When I was struggling with my addiction, I was in a small town, a newly single mom working two and three jobs and trying to provide for my kids. Driving all the way into Lethbridge to get help was out of the question at the time. Today, for me, it's about being able to help, being able to advocate for somebody and go from there. I'm seriously considering further education because it's a vital pathway to recovery for addicted sufferers and their families.

Health Sciences student Virginia Ridge knew she wanted to pursue a career in health care when she started college, but soon had a change of heart.

How did you decide to pursue addictions counselling?

My original plan was to go to nursing school, but after starting college, I wanted to learn how to become an addictions counsellor. I came to ULethbridge as a college transfer student to the Bachelor of Health Sciences in Addictions Counselling. It has been a life-changing experience.

Addiction has a ripple-effect on the family system. Branching out from the person suffering with addiction are partners, spouses, children, parents, aunts, uncles and anybody with a relationship to the addicted sufferer. Unfortunately, my addiction took a very large toll on my own relationship with my kids, my mom and my sister.

How has learning more about addiction and substance abuse from a family and couple perspective been a benefit?

The knowledge I've gained from our study on how addiction truly works, not only socially but neurologically and biologically, has made a huge difference to me personally and as a student. I've shared knowledge from my family therapy courses with my loved ones, which helps them understand and heal, as well.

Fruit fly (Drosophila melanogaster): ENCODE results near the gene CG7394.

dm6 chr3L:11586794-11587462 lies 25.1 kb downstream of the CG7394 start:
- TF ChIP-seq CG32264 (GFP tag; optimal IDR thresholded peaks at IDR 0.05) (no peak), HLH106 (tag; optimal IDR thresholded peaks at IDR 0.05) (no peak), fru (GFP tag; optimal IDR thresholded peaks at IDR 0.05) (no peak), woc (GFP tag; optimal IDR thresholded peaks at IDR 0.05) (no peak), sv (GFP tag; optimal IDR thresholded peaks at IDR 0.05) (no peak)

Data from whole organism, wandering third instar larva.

Gaining evidence-based knowledge and different communications techniques is so important when working with families and couples. More front-line professions should focus on it. When I'm done my degree, Dr. Bonnie Lee's online Graduate Certificate in Couple and Family Counselling Studies could help me work in a field I love and pay the bills while I study. I think the grad program could also be a huge help to those who work in healthcare, law enforcement or social services.

Also, having instructors who are also registered practitioners and researchers has been a big benefit. It puts us into different counselling contexts, so we learn a variety of communications skills, therapy models and relational frameworks. This helped me combine my learning from my counselling textbooks with practical skills. I've already gotten really valuable insight into critical areas of psychotherapy practice, and I'll get first-hand experience in my upcoming clinical internship.

What do you plan to do when you complete your bachelor's degree?

When I was struggling with my addiction, I was in a small town, a newly single mom working two and three jobs trying to provide for my kids. Driving to Lethbridge for help was out of the question at the time. Today, for me, it's about being able to help, being able to advocate for somebody, and just, you know, going from there.

I want to make a difference to those seeking help recovering from or living with addiction. I want to help marginalized people, those who live in small towns or rural areas and anyone with barriers or limited access to mental health services.

I'm seriously considering further education because it's a vital pathway to recovery for addicted sufferers and their families. The new grad program in couple and family counselling would help me balance family, work and school, especially because it's offered online, without the commitment of a master's degree.

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